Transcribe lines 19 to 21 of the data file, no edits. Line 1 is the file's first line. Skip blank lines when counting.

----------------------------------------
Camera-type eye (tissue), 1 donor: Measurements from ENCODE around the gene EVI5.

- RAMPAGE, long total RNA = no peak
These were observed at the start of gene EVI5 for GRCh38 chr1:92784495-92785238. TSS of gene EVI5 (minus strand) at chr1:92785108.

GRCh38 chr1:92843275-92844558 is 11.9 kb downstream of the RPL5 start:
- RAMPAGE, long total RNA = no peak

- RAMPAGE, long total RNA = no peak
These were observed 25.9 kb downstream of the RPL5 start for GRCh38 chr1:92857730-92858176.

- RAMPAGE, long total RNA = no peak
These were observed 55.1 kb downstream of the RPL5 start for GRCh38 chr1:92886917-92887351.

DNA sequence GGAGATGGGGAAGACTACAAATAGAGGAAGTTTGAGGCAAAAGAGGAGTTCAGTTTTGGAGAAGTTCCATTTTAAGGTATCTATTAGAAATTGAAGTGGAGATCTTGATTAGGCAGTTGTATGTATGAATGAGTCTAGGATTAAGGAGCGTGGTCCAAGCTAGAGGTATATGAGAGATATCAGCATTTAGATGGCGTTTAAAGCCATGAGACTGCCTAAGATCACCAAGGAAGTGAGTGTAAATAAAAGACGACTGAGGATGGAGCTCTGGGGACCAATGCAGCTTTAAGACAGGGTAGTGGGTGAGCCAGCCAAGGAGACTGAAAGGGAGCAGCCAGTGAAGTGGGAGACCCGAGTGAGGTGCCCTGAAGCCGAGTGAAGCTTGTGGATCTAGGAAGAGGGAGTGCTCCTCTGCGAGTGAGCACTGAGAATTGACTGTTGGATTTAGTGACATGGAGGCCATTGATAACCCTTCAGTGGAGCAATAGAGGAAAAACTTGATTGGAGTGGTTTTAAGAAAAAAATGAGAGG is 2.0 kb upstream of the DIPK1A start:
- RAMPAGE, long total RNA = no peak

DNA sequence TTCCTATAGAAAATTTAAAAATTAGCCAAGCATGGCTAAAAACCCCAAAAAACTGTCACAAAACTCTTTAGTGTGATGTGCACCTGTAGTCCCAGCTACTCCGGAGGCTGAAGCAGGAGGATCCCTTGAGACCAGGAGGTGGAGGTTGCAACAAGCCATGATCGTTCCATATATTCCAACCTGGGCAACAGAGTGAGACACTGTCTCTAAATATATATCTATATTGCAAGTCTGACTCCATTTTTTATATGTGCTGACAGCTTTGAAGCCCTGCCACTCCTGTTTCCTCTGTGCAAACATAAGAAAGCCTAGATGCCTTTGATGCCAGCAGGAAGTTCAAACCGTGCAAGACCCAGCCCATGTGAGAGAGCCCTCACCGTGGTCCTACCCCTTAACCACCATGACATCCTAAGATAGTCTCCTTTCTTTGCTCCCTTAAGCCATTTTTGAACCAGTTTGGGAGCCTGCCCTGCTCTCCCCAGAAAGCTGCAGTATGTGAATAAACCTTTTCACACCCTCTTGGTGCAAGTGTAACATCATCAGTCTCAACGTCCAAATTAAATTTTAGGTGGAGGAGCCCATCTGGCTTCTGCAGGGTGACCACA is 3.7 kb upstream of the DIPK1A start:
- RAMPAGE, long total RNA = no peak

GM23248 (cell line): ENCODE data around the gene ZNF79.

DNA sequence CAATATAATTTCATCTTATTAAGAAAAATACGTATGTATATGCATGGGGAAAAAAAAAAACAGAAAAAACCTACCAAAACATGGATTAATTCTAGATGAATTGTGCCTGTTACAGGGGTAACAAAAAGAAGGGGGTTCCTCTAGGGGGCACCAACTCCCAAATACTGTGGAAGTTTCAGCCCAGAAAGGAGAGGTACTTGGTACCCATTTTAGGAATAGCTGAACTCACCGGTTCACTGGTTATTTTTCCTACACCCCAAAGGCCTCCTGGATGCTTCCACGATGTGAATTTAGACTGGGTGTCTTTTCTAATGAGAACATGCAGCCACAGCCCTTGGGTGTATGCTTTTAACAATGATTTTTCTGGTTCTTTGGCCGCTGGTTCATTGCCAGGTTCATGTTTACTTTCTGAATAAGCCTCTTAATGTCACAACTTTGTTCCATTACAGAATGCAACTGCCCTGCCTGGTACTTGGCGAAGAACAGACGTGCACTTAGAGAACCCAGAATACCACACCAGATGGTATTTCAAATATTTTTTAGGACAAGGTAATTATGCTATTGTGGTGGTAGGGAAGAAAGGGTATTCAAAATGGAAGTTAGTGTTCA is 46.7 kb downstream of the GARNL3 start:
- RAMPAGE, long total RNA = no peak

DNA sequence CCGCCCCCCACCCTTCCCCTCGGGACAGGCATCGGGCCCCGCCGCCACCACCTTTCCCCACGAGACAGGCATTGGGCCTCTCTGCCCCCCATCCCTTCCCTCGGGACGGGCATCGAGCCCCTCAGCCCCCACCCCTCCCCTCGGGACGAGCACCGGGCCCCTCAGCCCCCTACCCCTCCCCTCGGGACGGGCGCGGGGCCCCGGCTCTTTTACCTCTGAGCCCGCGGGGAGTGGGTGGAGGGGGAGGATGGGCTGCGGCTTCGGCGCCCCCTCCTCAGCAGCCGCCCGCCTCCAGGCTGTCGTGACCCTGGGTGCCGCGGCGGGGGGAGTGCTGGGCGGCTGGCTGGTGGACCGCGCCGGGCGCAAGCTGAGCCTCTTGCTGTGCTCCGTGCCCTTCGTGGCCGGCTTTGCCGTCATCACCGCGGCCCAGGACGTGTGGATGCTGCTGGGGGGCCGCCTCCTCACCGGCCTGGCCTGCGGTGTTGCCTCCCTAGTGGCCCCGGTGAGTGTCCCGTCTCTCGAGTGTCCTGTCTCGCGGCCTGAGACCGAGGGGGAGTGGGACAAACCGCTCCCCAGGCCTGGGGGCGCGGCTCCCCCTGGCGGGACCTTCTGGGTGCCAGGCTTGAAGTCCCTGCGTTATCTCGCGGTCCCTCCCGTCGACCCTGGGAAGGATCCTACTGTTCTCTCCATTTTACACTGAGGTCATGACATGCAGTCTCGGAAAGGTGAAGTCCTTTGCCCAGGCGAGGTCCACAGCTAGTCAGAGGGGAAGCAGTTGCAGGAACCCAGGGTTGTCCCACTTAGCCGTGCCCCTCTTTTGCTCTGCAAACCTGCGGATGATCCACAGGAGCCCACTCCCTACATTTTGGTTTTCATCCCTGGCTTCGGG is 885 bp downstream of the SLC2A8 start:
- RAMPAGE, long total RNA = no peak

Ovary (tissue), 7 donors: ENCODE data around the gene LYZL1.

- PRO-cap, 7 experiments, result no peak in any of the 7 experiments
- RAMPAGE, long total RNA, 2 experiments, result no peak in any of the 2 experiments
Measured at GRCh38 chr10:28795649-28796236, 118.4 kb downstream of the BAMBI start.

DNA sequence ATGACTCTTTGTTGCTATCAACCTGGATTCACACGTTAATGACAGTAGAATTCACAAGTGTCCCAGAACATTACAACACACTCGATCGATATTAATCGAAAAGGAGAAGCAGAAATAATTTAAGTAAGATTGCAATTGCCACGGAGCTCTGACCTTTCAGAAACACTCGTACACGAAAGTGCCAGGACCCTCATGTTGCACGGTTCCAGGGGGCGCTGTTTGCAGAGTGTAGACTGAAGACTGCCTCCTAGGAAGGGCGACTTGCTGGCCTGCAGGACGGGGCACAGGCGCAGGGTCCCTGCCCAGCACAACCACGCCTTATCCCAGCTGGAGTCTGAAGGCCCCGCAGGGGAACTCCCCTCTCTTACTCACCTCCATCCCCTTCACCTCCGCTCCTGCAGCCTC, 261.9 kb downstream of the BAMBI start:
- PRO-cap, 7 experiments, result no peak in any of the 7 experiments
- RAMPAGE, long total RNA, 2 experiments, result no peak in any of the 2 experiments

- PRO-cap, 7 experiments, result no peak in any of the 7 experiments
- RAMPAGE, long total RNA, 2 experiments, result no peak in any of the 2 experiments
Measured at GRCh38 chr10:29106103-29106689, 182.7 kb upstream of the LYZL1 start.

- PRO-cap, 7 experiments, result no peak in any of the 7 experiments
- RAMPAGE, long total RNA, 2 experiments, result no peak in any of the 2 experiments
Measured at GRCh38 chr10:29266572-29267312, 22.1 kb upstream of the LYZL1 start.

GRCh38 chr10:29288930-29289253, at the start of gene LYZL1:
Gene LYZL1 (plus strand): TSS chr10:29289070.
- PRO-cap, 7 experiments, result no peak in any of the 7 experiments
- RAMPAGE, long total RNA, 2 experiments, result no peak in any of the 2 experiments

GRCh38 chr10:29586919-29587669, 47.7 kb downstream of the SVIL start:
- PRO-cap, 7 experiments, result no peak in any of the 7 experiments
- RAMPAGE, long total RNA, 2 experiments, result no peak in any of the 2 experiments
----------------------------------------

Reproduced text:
Ovary (tissue), 7 donors: ENCODE data around the gene LYZL1.

- PRO-cap, 7 experiments, result no peak in any of the 7 experiments
- RAMPAGE, long total RNA, 2 experiments, result no peak in any of the 2 experiments